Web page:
What Predicts Return to Work after Motor Vehicle Accident Related Orthopedic Trauma?
It's always interesting for me to compare FOTO's prediction process with outside research that highlights factors that predict outcomes. Although FOTO does not predict return to work, I find this current abstract interesting. Just like FOTO, the below abstract indicates: the higher the severity of the injury, the longer the road of recovery. Interestingly, the research in this study points to a factor I haven't considered as a variable in return to work: occupational skill level. The lower the skill level, the longer for the person to return to work.
On the flip side, the positive factors associated with a quicker return to work revolved around good pre-injury health and working full-time prior to the motor vehicle accident. As more and more musculoskeletal research is finding, a person's expectations play a role in outcomes. In this study, the individuals who expected to return to usual activities within 90 days had quicker recovery.
I wonder why legal representation didn't affect the time to return to work? Maybe the system in Australia is different than here in the United States.
Here's the abstract for quick viewing.
Predictors of return to work following motor vehicle related orthopaedic trauma.
Work disability following motor vehicle related orthopaedic trauma is a significant contributor to the burden of injury and disease. Early identification of predictors for return to work (RTW) is essential for developing effective interventions to prevent work disability. The study aim was to determine the predictors (including compensation related factors) of time to RTW following motor vehicle related orthopaedic trauma.
Admitted patients were recruited prospectively from two trauma hospitals with upper and/or lower extremity fractures following a motor vehicle crash. Baseline and follow up data were collected by written questionnaire. For baseline, this occurred in person within 2 weeks of injury. For follow up, this occurred by mail at six, 12 and 24 months. Additional demographic and injury-related information was retrieved from hospital databases. Analysis involved: descriptive statistics; logrank test to detect survival distributions of categorical variables; and Cox proportional hazards regression models for risks of time to RTW using baseline characteristic and compensation related variables (at 6 months).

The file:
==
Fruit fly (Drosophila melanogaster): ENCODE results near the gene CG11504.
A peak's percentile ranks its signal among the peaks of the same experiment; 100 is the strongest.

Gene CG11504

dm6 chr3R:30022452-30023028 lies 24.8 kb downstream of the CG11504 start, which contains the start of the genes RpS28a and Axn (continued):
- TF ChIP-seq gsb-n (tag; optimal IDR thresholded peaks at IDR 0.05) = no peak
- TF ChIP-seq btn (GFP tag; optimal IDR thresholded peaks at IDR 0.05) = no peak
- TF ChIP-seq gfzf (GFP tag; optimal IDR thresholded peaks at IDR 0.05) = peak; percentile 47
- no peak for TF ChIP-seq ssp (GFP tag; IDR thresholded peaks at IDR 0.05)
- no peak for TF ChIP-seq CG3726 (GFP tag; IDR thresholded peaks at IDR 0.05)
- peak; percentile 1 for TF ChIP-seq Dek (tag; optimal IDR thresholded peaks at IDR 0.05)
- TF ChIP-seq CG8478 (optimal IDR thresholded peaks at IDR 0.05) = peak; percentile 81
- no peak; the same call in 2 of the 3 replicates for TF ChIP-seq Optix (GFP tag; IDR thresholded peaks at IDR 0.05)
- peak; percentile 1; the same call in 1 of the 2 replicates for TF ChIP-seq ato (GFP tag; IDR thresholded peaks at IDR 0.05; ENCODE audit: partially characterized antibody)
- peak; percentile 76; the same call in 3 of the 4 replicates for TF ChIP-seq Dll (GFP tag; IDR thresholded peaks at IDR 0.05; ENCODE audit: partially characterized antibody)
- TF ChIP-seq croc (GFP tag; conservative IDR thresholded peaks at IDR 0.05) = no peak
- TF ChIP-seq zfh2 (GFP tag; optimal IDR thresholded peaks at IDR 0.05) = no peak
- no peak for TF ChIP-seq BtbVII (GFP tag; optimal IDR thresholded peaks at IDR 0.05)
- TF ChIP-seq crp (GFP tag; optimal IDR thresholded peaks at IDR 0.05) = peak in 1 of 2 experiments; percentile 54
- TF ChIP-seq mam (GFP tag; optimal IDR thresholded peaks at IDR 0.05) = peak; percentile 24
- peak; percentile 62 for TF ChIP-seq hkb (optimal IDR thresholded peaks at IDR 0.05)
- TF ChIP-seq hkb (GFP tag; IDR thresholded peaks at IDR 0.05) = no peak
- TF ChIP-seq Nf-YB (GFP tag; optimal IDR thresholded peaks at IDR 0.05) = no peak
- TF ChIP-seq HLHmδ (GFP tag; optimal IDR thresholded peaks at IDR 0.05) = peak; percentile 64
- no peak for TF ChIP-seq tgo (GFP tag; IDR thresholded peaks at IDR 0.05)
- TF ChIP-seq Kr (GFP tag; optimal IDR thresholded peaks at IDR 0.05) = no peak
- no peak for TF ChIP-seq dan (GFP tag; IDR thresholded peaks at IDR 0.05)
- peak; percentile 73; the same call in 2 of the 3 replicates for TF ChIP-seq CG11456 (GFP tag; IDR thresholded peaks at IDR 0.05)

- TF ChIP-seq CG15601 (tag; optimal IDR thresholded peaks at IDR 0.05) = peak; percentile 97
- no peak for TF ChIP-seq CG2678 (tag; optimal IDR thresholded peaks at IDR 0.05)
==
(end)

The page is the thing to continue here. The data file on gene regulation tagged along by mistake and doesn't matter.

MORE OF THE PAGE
Of 452 study participants 334 (74%) were working pre-injury: results are based on this subset. Baseline characteristics were mean age 36 years (13.9 Standard Deviation [SD]), 80% male; 72% self-assessed very good-excellent pre-injury health, 83% household income > AU$40,000 (Australian Dollar). Follow up data was available for 233 (70%), 210 (63%), and 182 (54%) participants at six, 12 and 24 months respectively. Significant risks of a longer time to RTW were greater injury severity, as measured by the New Injury Severity Score (NISS) (Hazards Rate Ratio [HRR] = 0.54, 95% CI 0.35-0.82); and lower occupational skill levels (HRR = 0.53, 95% CI 0.34-0.83). Significant risks of a shorter time to RTW were: recovery expectations for usual activities within 90 days (HRR = 2.10, 95% CI 1.49-2.95); full-time pre-injury work hours (HRR = 1.99, 95% CI 1.26-3.14); and very good self-assessed pre-injury health status (HRR = 1.41, 95% CI 0.98-2.02). Legal representation (analysed at six months only) was not associated with time to RTW. At each time period, there were 146 (63%), 149 (71%), and 137 (76%) working participants.
A longer time to RTW was associated with greater injury severity and lower occupational skill levels; while a shorter time to RTW was associated with recovery expectations for usual activities within 90 days, full-time pre-injury work hours, and very good self-assessed pre-injury health status. Our findings reinforce existing research. There is an opportunity to trial interventions that address potentially modifiable factors. The issues surrounding legal representation are complex and require further research.